Open Access Open Badges Study protocol

Determinants of successful clinical networks: the conceptual framework and study protocol

Mary Haines12*, Bernadette Brown1, Jonathan Craig2, Catherine D'Este3, Elizabeth Elliott4, Emily Klineberg4, Elizabeth McInnes5, Sandy Middleton5, Christine Paul6, Sally Redman1, Elizabeth M Yano7 and on behalf of Clinical Networks Research Group

Author Affiliations

1 Sax Institute, Haymarket, Australia

2 School of Public Health, University of Sydney, Camperdown, Australia

3 Centre for Clinical Epidemiology and Biostatistics, University of Newcastle, Newcastle, Australia

4 The University of Sydney Clinical School, The Children's Hospital at Westmead, Westmead, Australia

5 Nursing Research Institute - St. Vincents & Mater Health Sydney and Australian Catholic University, National Centre for Clinical Outcomes Research (NaCCOR), Darlinghurst, Australia

6 School of Medicine and Public Health, University of Newcastle, Newcastle, Australia

7 VA Greater Los Angeles HSR&D Centre of Excellence, Sepulveda, CA, USA

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Implementation Science 2012, 7:16  doi:10.1186/1748-5908-7-16

Published: 13 March 2012



Clinical networks are increasingly being viewed as an important strategy for increasing evidence-based practice and improving models of care, but success is variable and characteristics of networks with high impact are uncertain. This study takes advantage of the variability in the functioning and outcomes of networks supported by the Australian New South Wales (NSW) Agency for Clinical Innovation's non-mandatory model of clinical networks to investigate the factors that contribute to the success of clinical networks.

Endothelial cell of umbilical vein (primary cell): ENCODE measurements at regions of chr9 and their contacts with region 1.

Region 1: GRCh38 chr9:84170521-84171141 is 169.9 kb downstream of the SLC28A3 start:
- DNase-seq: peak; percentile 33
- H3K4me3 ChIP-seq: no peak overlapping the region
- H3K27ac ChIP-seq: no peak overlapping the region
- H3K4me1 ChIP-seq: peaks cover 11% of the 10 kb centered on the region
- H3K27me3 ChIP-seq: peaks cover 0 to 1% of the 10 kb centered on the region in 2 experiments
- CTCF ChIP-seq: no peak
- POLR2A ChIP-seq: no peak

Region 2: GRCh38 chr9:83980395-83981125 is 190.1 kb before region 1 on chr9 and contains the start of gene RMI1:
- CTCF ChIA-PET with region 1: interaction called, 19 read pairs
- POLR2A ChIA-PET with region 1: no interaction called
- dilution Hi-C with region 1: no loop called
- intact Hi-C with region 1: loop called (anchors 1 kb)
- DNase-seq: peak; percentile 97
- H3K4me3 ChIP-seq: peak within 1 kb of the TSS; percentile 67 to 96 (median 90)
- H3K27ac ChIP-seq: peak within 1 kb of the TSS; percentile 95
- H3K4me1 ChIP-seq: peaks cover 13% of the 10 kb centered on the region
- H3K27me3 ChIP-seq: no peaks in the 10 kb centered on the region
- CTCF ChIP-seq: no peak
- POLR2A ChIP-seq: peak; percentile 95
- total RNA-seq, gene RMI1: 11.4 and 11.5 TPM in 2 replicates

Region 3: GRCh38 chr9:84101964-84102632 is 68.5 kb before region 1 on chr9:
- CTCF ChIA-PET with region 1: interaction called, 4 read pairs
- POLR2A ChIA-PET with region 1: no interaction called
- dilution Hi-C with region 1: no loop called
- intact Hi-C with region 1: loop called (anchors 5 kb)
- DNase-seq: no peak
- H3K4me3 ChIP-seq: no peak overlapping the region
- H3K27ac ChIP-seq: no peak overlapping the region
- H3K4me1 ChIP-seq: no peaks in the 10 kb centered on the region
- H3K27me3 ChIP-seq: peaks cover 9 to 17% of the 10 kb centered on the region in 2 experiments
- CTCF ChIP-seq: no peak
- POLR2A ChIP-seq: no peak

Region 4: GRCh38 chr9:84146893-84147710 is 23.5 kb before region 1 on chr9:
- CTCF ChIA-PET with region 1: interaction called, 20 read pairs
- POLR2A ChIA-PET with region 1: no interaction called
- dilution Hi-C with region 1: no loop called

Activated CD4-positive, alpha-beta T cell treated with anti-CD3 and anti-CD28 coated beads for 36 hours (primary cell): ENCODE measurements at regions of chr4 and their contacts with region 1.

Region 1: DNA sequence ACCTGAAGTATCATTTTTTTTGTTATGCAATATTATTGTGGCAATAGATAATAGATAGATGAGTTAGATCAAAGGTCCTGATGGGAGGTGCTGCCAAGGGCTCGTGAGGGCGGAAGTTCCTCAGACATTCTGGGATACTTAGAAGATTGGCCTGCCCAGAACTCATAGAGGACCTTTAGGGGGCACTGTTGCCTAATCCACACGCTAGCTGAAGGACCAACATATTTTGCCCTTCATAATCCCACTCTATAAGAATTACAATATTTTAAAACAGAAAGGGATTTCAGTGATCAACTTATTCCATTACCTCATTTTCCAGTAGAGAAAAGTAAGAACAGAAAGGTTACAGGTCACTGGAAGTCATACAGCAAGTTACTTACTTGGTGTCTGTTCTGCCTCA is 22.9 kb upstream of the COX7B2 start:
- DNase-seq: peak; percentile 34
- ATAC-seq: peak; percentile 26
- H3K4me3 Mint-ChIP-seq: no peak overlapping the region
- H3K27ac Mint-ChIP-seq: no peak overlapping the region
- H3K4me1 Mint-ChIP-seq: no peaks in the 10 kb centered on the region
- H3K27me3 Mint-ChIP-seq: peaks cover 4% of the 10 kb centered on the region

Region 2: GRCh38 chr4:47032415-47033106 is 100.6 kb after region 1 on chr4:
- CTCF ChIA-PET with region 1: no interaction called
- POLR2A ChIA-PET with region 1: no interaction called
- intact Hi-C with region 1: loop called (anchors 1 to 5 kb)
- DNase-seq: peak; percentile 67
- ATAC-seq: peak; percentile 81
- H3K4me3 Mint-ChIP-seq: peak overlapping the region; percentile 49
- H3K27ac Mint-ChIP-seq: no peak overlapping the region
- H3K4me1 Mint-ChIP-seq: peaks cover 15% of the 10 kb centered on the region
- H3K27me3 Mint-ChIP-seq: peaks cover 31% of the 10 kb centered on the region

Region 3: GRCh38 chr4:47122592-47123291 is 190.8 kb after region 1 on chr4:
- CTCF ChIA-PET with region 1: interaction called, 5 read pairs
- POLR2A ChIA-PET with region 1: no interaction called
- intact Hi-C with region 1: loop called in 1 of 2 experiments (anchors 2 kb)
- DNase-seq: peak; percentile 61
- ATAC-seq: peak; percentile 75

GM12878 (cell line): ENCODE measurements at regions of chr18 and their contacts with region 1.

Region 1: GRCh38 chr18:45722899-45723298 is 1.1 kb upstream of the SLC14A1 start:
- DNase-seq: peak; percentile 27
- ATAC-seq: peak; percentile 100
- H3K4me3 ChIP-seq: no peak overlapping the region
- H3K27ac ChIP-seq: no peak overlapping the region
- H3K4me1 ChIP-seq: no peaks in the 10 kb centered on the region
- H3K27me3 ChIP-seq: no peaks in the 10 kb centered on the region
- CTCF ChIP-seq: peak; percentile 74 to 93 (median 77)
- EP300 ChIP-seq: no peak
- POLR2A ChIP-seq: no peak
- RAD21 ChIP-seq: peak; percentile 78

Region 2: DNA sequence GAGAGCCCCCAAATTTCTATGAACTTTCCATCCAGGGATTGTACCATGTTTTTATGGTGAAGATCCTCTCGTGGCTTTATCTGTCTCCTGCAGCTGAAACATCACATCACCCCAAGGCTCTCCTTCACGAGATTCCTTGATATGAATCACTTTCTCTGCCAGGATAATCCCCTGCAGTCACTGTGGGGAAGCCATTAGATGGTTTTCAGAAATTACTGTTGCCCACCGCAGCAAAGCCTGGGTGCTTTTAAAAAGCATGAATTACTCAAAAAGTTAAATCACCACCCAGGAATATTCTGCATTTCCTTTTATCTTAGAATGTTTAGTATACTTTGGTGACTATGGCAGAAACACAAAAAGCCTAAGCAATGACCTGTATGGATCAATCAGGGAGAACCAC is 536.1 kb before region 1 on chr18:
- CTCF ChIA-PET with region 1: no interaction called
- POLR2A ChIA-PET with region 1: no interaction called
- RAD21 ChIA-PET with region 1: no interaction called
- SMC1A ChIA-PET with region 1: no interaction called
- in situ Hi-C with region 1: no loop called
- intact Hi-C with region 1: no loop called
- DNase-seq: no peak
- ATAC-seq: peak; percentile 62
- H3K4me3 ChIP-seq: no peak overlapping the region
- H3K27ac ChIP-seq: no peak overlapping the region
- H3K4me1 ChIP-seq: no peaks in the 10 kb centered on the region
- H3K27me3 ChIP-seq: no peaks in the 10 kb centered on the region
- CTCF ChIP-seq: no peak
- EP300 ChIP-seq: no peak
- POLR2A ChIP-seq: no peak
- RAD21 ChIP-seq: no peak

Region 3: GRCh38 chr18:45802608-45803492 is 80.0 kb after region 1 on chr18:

The objective of this retrospective study is to examine the association between external support, organisational and program factors, and indicators of success among 19 clinical networks over a three-year period (2006-2008). The outcomes (health impact, system impact, programs implemented, engagement, user perception, and financial leverage) and explanatory factors will be collected using a web-based survey, interviews, and record review. An independent expert panel will provide judgements about the impact or extent of each network's initiatives on health and system impacts. The ratings of the expert panel will be the outcome used in multivariable analyses. Following the rating of network success, a qualitative study will be conducted to provide a more in-depth examination of the most successful networks.


This is the first study to combine quantitative and qualitative methods to examine the factors that contribute to the success of clinical networks and, more generally, is the largest study of clinical networks undertaken. The adaptation of expert panel methods to rate the impacts of networks is the methodological innovation of this study. The proposed project will identify the conditions that should be established or encouraged by agencies developing clinical networks and will be of immediate use in forming strategies and programs to maximise the effectiveness of such networks.